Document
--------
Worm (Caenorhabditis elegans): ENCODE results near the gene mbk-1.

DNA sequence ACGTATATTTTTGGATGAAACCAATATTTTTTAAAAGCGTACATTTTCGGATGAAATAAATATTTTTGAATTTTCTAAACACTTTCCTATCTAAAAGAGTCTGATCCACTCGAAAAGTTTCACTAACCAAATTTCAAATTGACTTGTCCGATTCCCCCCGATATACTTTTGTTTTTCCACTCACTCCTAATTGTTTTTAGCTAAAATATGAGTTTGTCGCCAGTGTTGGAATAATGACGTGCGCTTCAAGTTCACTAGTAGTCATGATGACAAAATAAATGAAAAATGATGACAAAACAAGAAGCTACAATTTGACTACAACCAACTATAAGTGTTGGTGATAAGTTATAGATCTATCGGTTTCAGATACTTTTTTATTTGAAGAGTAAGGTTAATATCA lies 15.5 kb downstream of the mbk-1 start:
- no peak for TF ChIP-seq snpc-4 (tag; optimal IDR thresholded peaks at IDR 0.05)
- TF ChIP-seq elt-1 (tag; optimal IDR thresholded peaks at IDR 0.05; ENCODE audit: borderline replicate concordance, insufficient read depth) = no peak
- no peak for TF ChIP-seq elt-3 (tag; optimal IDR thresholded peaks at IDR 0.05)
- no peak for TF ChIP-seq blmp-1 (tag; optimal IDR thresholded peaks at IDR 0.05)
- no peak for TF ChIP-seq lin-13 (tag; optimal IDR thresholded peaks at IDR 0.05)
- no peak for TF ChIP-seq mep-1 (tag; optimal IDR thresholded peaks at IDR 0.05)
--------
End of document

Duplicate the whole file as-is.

Worm (Caenorhabditis elegans): ENCODE results near the gene mbk-1.

DNA sequence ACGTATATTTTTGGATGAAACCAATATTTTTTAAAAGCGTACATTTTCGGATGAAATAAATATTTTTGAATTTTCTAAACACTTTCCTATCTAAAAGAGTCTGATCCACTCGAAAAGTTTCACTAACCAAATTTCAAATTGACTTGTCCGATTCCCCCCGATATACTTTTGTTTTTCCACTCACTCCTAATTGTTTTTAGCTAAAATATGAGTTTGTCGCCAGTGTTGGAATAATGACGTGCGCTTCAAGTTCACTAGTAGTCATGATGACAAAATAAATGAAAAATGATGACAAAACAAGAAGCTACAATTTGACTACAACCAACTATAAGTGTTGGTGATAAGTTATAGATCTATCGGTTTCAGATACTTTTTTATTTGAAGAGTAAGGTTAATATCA lies 15.5 kb downstream of the mbk-1 start:
- no peak for TF ChIP-seq snpc-4 (tag; optimal IDR thresholded peaks at IDR 0.05)
- TF ChIP-seq elt-1 (tag; optimal IDR thresholded peaks at IDR 0.05; ENCODE audit: borderline replicate concordance, insufficient read depth) = no peak
- no peak for TF ChIP-seq elt-3 (tag; optimal IDR thresholded peaks at IDR 0.05)
- no peak for TF ChIP-seq blmp-1 (tag; optimal IDR thresholded peaks at IDR 0.05)
- no peak for TF ChIP-seq lin-13 (tag; optimal IDR thresholded peaks at IDR 0.05)
- no peak for TF ChIP-seq mep-1 (tag; optimal IDR thresholded peaks at IDR 0.05)